Q: What is the strangest or most challenging hurdle you’ve had to overcome as a producer?
A: I think the most challenging hurdle has been to navigate taking the next step in my career. There are so many projects I want to be a part of, however, no one has all of the time in the world so I have had to become much more selective and really think about the time I can give a project. It is definitely a good problem to have, but in an industry that is often unstable, it is incredibly bizarre to turn down work and then cross your fingers that more work comes down the road.
I use the mantra “Everything will always work out for me” and that brings me some peace and clarity to help with challenging times.
Q: One previous project I have to ask about is P.T. Anderson’s music video for Haim’s ‘Little Of Your Love.’ What was it like being on an Anderson set and around the infectiously upbeat Haim vibe?
A: It was SO cool! I am a big PTA fan so it was really great to see him in action. I was in LA and my friend asked me if I would be willing to help her friend on a music video she was producing and I said sure. She said she wasn’t sure who it was for and then I showed up and it was for Haim, who is one of my fave bands, and directed by P.T. Anderson!
This world is so crazy and awesome. I ended up meeting a bunch of great people that day, learned how to sign my name in ASL and danced a lot!!
Q: I saw you attended TIFF 2019. What did you take away from this year’s festival?
A: I grew up in Toronto so I have been incredibly lucky to have such a phenomenal festival in my backyard for as long as I can remember. I think the biggest thing for me is that the only difference between myself and filmmakers who had a film in the festival this year is that they made their film and I kept rewriting mine.
With each year, I find that I become more connected to my filmmaking community at large which is exciting. I used to walk in rooms and feel like I hadn’t done enough to be in them and now I know I have and that I truly deserve to be there and can’t wait to continue to work harder. I’m always so inspired after the Toronto International Film Festival!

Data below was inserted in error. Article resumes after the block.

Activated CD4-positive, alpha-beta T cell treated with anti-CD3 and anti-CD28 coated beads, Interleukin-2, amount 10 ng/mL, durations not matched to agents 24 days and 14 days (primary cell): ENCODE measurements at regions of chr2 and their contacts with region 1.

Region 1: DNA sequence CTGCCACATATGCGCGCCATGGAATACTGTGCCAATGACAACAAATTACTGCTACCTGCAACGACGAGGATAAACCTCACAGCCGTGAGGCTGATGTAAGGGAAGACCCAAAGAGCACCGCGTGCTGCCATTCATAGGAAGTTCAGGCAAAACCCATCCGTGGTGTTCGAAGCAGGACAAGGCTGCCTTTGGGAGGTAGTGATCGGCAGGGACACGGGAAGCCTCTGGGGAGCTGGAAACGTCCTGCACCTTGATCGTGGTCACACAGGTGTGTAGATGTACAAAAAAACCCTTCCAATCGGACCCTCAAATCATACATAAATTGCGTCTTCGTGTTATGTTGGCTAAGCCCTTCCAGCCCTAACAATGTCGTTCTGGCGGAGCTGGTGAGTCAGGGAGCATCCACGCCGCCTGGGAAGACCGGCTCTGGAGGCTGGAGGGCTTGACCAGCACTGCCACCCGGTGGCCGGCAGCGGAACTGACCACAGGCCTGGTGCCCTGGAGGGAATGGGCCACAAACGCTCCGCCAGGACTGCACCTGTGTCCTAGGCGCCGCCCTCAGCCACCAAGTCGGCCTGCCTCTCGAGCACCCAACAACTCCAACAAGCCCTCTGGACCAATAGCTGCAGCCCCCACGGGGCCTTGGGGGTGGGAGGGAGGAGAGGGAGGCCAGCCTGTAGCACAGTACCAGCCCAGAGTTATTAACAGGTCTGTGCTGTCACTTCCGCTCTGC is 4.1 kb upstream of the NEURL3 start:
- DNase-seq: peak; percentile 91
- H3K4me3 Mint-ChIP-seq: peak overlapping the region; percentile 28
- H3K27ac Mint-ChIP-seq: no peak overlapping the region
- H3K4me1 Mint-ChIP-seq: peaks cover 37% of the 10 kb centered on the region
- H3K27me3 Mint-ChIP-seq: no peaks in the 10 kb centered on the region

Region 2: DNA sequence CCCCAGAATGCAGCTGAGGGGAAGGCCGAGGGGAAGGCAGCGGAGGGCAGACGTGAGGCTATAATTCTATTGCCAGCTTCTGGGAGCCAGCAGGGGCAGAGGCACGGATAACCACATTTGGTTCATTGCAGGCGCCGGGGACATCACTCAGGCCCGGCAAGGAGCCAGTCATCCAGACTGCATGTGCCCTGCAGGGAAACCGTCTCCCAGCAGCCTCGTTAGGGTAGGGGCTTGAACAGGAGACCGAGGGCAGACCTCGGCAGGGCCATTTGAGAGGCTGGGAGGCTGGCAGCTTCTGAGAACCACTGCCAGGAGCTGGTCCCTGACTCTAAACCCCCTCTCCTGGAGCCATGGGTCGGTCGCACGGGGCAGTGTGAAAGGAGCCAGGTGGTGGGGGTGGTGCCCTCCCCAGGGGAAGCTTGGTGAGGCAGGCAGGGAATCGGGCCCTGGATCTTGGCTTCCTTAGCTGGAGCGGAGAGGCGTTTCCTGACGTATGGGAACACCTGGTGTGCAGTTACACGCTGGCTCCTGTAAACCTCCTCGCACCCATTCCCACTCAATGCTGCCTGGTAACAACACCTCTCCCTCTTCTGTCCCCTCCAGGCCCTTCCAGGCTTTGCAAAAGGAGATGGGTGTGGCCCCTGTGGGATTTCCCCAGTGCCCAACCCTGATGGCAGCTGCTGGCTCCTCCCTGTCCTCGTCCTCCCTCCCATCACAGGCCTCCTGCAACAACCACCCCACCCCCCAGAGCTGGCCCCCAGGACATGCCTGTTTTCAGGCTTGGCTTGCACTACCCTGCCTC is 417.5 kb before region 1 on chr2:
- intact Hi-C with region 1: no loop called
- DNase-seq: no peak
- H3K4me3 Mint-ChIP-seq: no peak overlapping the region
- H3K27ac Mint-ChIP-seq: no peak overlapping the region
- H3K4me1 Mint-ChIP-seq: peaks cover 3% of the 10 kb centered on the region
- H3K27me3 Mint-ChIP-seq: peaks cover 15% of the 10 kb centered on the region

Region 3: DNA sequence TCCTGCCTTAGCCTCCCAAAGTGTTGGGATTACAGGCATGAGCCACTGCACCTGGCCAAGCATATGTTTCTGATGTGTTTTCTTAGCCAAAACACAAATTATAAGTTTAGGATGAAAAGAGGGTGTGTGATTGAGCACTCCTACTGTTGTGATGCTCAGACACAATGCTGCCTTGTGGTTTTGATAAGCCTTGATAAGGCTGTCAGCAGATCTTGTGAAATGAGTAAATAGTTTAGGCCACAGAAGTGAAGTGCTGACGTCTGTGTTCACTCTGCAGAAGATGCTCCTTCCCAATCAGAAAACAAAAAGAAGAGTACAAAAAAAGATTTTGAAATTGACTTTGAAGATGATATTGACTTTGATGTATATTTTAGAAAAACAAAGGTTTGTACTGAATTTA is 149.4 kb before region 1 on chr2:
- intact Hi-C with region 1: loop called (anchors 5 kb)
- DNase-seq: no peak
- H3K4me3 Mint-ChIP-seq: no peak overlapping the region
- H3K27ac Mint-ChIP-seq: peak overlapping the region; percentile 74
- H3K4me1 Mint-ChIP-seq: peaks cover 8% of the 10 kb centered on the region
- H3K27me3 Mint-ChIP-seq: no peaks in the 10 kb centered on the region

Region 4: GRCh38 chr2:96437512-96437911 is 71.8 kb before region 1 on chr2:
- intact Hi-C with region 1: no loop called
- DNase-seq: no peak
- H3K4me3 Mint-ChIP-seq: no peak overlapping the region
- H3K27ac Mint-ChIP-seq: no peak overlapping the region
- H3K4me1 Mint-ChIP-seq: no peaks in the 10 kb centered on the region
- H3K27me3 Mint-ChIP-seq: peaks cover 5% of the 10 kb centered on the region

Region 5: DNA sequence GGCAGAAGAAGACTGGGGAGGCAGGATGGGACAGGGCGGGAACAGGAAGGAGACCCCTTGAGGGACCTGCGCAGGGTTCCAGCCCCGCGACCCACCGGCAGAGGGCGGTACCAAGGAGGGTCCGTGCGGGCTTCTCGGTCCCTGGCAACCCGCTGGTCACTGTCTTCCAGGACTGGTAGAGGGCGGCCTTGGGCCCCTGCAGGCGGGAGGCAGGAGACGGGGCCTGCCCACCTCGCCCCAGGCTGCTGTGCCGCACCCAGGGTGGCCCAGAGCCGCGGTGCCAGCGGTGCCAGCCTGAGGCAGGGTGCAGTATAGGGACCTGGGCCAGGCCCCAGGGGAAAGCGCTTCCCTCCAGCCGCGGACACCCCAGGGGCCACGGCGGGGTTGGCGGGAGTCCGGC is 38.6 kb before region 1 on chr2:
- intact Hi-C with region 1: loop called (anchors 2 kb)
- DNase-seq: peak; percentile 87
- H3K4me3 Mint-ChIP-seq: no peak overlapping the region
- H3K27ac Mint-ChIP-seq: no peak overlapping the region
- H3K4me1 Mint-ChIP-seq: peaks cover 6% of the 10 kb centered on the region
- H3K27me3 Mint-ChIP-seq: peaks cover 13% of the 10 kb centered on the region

Q: You have an impressive athletic background. What attributes did the sporting world instil in you that have transferred over in the world of filmmaking?
A: Thank you! Sports will always be a ginormous part of my life. I think the majority of attributes that make me a successful actor and filmmaker can be directly tied to my time as a high performance athlete. Anytime anyone asks me what a producer does – I always relate it back to sports.
I feel like I’m the team manager for my team (aka the film!), so I think because of my athletic background with Team Canada Cheerleading and Skiing at the provincial level, playing Varsity volleyball and other sports, I really learned what it means to be a team player. I want to help my team succeed in any way that I can. I want my teammates (my actors, producers, writers, MUA, grip, gaf, etc) to feel heard, seen and supported.
I think that definitely comes from being an athlete, as well as showing up on time, working hard even when I don’t feel like it, pushing through the pain and stress and ultimately, always trying to be the best that I can be.
Q: I find it incredible that, even though you keep incredible busy, you still find time to give back to your community and get involved in a number of different causes. Why do you find it important to find time to give back to others?
A: I think we’re all connected in one way or another, so why not just be good to each other? I grew up in a household where volunteering was as natural and expected as brushing your teeth, doing your homework and going to practice.
I’m really grateful to my parents who instilled in me a love, need and appreciation for volunteering as it has given me a unique outlook on life that I think has helped me create an eclectic friend group and bunch of experiences that have shaped me into who I am. I do believe that helping others makes you feel good too, so why wouldn’t you do it? If I can help, I want to!
Q: What is next for you? Any other upcoming projects or ambitions to share with us?
A: I’m currently writing my last draft of my feature Grace that I’ll produce and act in as well as The Brunch Club that I’ll direct, produce and star in. In addition to developing Daddy’s Playground into a feature film to shoot in 2020. I’m also set to produce the awards show gala for Buffer Festival (YouTube Festival). Something not work related that I’m really excited for is to drive across Canada with one of my longest friends later this Fall!